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I love, love, love to read, and can be found with some kind of written material every spare moment I have.
“Jasmine and Fire” is a fascinating and delicious book about the authors year in Lebanon – her attempt to discover where she felt most at home and had the fullest sense of belonging, frequently through the lens of food – which I strongly relate to. After finishing this book, I also have a deep desire to visit Lebanon and eat my way around the country.
Salma mentioned a longing for both places in her life, America and Lebanon, and that she felt a “need to find a way to bring together the places and people that give my life meaning”.
I have often thought the most perfect scenario would be to pull my two countries, New Zealand and America, closer together, perhaps even join them with a bridge.
I acutely miss my distant family and friends during the big events such as Christmas or birthdays, and I also miss sharing the ordinary activities, calling in for a cup of coffee or gathering for a casual Sunday dinner. It has been even harder since having kids, but I definitely have an amazing life, and attempt to focus on the positive. I’m very thankful that while I live here in Northwest Arkansas – it is an incredible town with awe inspiring people and a fabulous sense of community, we are able to spend time in New Zealand, and I love and appreciate that my children have a foot in two cultures.


3 1/2 cups boiled chickpeas (canned is fine, rinsed and drained)
2 cloves garlic, minced
1 teaspoon salt, plus more to taste
2 teaspoons freshly squeezed lemon juice
3 cups plain yogurt
1 tablespoon tahini
2 pita breads
1/2 cup vegetable oil for frying (optional)
1 teaspoon cumin
2 tablespoons butter
1/2 cup pine nuts
pinch of paprika

In a pot, heat the chickpeas in water (to cover) over medium heat, then lower heat to a simmer.
Meanwhile, mix garlic with 1 teaspoon salt in a bowl, then gradually drizzle in the lemon juice and keep mixing until you have a creamy paste. Stir mixture into yogurt, mix in the tahini, and set aside.
Tear the pita into pieces, heat the oil and fry or toast in the oven.
Drain chickpeas, place them in a bowl, and sprinkle with cumin and salt to taste.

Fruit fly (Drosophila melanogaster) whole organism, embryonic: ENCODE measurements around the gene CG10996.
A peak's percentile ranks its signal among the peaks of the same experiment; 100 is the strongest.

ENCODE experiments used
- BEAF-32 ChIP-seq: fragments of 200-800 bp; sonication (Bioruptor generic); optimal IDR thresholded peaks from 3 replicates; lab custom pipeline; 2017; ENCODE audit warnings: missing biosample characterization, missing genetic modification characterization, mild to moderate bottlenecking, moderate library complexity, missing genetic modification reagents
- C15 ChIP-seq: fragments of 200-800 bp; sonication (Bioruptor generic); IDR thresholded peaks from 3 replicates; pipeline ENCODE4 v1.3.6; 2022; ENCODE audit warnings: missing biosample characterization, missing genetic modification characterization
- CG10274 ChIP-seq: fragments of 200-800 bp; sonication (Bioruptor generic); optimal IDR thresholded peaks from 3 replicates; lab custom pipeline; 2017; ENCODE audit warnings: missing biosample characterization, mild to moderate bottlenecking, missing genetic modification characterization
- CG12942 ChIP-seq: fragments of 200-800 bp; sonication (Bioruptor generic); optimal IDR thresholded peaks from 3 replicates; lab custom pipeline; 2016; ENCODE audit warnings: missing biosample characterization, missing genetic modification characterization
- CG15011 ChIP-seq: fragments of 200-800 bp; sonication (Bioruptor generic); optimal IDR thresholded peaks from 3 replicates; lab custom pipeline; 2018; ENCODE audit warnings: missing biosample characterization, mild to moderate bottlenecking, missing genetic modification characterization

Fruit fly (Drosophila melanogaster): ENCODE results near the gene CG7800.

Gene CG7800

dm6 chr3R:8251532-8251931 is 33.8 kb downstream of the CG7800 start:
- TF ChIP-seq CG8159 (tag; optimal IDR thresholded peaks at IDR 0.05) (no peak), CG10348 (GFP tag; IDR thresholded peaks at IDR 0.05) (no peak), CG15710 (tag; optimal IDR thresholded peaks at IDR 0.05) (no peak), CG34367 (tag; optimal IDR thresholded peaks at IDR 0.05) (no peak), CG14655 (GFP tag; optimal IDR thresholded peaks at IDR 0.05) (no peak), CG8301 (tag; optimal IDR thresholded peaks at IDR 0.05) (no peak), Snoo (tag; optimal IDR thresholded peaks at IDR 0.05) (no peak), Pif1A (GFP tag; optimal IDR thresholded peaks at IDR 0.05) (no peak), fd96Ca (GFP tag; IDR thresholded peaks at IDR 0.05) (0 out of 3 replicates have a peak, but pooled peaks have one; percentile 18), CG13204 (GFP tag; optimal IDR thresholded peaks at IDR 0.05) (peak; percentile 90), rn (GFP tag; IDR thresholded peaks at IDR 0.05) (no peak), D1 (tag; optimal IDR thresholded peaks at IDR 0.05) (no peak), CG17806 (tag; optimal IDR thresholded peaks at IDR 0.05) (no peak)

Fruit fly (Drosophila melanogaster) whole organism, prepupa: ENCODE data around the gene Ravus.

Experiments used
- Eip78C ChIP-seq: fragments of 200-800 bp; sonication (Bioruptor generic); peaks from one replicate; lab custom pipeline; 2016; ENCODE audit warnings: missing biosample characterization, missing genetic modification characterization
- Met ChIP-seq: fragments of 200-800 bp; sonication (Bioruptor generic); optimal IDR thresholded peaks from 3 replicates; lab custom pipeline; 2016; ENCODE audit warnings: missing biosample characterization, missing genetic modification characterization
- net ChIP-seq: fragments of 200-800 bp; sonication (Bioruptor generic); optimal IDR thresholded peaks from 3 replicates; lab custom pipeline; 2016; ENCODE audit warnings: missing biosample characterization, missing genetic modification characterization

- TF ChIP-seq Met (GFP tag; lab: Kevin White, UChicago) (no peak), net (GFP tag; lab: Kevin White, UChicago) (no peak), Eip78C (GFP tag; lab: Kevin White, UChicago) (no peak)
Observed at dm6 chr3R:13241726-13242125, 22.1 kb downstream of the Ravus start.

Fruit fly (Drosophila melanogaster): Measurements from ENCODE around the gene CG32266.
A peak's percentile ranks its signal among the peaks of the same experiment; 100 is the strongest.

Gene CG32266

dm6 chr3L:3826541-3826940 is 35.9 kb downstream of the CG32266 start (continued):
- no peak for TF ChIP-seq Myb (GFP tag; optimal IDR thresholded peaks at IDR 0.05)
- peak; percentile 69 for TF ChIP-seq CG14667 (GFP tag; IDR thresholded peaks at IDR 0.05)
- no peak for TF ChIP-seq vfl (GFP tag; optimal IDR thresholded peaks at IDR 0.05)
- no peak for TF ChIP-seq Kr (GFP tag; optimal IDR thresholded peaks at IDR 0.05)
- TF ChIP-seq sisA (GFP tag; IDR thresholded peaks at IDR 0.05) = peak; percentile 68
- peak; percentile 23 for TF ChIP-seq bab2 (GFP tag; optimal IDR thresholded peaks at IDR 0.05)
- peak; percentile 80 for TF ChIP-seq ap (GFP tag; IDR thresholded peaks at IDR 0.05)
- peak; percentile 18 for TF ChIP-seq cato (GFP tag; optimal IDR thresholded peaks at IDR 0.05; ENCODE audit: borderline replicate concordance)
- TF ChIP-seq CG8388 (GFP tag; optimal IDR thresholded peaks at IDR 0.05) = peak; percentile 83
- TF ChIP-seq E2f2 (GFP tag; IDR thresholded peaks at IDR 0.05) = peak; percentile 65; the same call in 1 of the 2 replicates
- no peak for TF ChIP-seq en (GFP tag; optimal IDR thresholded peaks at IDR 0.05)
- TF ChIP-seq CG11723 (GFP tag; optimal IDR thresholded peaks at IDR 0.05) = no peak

A few minutes before you are ready to serve the dish, heat butter over medium heat and saute pine nuts until browned, being careful not to blacken them.
In a deep sided serving dish, place one layer of the bread pieces, followed by a layer of the chickpeas, and alternate layers until you run out of ingredients. Ladle the yogurt over the top. Sprinkle the pinenuts in their butter over top and add a pinch of paprika.
Serve immediately.


1 cup flour
1 cup coarse bulgur
2 small onions, minced and divided
1 teaspoon dried marjoram
1 teaspoon dried mint
1 teaspoon salt
2 tablespoons olive oil
5 cloves garlic, finely chopped
1 cup chickpeas (I used canned)
juice of one lemon plus lemon quarters for serving
1/2 teaspoon sumac (I substituted paprika)

Combine flour, bulgur, 1 minced onion, marjoram, mint, 1 teaspoon salt, and 1/2 cup water in a mixing bowl until well blended (I had to add more water). Using palms, form mixture into small balls the size of grapes.
In a saucepan, heat the olive oil over medium heat and sauté the remaining onion until soft and translucent, then add the garlic. After 1 minute, add the chickpeas, then the bulgur balls. Add water to cover, and let boil until broth thickens.
If some of the balls dissolve, that’s fine, it will give the soup a more porridge-like texture. Stir in the lemon juice, season with additional salt to taste, and sprinkle with sumac (or paprika).
Serve with lemon quarters on the side.

Recipes adapted from Jasmine and Fire, Salma Abdelnour, 2012